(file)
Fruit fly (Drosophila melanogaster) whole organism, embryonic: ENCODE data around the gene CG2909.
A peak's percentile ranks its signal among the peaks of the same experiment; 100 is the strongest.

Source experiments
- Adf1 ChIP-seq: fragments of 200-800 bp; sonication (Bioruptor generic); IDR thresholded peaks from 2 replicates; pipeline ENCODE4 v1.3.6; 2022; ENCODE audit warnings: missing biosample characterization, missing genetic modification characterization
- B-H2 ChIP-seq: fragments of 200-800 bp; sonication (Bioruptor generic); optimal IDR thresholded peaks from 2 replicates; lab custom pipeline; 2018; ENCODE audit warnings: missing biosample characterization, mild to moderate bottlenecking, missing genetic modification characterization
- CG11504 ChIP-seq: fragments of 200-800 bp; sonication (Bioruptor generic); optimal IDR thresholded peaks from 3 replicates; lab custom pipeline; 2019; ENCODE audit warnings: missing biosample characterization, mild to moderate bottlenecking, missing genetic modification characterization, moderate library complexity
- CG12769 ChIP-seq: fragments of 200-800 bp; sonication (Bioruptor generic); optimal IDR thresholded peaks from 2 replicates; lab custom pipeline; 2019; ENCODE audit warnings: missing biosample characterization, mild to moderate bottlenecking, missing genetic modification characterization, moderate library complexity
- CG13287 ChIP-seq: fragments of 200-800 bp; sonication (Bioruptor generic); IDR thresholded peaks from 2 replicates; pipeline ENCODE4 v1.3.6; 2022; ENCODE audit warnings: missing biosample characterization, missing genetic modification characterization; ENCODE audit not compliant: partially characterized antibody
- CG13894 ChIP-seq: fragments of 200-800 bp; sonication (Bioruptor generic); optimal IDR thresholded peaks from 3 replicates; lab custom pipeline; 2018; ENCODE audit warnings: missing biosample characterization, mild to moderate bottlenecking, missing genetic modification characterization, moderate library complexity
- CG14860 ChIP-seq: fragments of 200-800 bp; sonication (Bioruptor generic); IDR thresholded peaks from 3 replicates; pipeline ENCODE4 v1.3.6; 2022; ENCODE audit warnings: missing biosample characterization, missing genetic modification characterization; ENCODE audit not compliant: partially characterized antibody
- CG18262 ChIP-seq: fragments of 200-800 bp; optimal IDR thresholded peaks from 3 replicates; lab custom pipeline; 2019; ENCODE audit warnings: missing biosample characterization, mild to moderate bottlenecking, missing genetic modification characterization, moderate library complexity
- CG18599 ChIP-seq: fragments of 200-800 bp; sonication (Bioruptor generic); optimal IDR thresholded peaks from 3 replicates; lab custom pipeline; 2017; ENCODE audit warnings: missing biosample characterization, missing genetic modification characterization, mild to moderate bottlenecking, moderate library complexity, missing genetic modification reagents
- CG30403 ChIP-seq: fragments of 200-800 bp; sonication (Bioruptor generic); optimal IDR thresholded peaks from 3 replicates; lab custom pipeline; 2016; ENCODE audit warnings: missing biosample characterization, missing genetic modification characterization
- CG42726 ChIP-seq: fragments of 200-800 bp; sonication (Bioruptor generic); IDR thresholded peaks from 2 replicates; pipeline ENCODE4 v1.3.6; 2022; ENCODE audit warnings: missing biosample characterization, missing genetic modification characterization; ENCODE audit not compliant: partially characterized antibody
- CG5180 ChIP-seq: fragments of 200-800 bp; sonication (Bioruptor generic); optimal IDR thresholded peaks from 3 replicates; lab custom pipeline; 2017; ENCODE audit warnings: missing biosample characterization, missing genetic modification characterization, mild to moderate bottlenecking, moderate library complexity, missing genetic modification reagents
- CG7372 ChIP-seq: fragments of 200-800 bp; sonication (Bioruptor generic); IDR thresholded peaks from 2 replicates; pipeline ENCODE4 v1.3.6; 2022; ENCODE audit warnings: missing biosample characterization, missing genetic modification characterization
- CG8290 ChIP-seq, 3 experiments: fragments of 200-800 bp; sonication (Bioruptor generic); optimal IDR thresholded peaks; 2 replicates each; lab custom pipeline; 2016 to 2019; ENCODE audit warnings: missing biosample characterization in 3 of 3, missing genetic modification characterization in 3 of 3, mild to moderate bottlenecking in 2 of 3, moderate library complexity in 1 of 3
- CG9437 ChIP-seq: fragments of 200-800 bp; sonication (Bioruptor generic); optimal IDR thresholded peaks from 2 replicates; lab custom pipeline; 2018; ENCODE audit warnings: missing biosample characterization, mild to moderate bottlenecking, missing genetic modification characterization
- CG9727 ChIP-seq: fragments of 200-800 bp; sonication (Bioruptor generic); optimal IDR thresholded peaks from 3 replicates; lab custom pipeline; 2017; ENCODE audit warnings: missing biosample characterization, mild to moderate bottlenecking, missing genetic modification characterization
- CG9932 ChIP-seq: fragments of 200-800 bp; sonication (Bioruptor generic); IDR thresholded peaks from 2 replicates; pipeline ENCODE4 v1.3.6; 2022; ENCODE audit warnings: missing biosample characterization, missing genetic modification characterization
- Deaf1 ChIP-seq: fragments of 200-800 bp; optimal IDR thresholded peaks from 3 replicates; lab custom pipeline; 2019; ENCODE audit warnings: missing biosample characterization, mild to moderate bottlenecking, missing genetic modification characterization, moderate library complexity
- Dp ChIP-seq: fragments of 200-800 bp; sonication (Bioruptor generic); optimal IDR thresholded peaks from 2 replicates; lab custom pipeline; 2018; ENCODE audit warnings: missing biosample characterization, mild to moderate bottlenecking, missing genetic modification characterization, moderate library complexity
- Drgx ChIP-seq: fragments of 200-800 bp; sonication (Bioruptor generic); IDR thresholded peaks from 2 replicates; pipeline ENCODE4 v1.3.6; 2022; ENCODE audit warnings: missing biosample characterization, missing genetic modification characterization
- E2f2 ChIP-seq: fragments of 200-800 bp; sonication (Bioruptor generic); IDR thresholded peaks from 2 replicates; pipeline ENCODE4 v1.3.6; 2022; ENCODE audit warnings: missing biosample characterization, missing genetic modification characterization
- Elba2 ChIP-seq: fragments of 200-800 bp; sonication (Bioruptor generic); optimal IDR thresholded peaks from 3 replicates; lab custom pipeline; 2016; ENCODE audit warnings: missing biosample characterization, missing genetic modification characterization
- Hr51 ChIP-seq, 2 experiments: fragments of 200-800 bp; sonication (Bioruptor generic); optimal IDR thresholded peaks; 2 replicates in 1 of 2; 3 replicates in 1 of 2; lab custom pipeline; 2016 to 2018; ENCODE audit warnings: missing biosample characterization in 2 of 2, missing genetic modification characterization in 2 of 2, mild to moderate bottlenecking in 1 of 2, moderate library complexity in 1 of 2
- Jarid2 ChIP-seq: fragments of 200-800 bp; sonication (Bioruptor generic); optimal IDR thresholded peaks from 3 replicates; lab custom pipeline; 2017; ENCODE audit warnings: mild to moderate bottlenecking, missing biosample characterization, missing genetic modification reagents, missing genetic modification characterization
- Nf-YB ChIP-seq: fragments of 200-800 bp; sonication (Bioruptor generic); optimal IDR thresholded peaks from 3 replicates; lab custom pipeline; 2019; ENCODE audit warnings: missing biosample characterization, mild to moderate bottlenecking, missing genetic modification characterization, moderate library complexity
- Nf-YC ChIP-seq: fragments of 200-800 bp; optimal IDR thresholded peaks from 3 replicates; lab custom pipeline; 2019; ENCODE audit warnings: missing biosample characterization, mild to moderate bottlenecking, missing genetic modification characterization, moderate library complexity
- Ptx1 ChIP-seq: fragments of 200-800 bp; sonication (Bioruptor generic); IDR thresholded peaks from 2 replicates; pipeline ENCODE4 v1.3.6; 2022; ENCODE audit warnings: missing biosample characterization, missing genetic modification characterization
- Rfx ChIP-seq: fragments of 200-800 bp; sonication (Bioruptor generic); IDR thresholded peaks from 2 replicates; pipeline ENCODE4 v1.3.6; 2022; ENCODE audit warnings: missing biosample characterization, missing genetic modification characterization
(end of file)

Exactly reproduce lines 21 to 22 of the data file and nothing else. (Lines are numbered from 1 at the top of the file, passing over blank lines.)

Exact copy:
- Deaf1 ChIP-seq: fragments of 200-800 bp; optimal IDR thresholded peaks from 3 replicates; lab custom pipeline; 2019; ENCODE audit warnings: missing biosample characterization, mild to moderate bottlenecking, missing genetic modification characterization, moderate library complexity
- Dp ChIP-seq: fragments of 200-800 bp; sonication (Bioruptor generic); optimal IDR thresholded peaks from 2 replicates; lab custom pipeline; 2018; ENCODE audit warnings: missing biosample characterization, mild to moderate bottlenecking, missing genetic modification characterization, moderate library complexity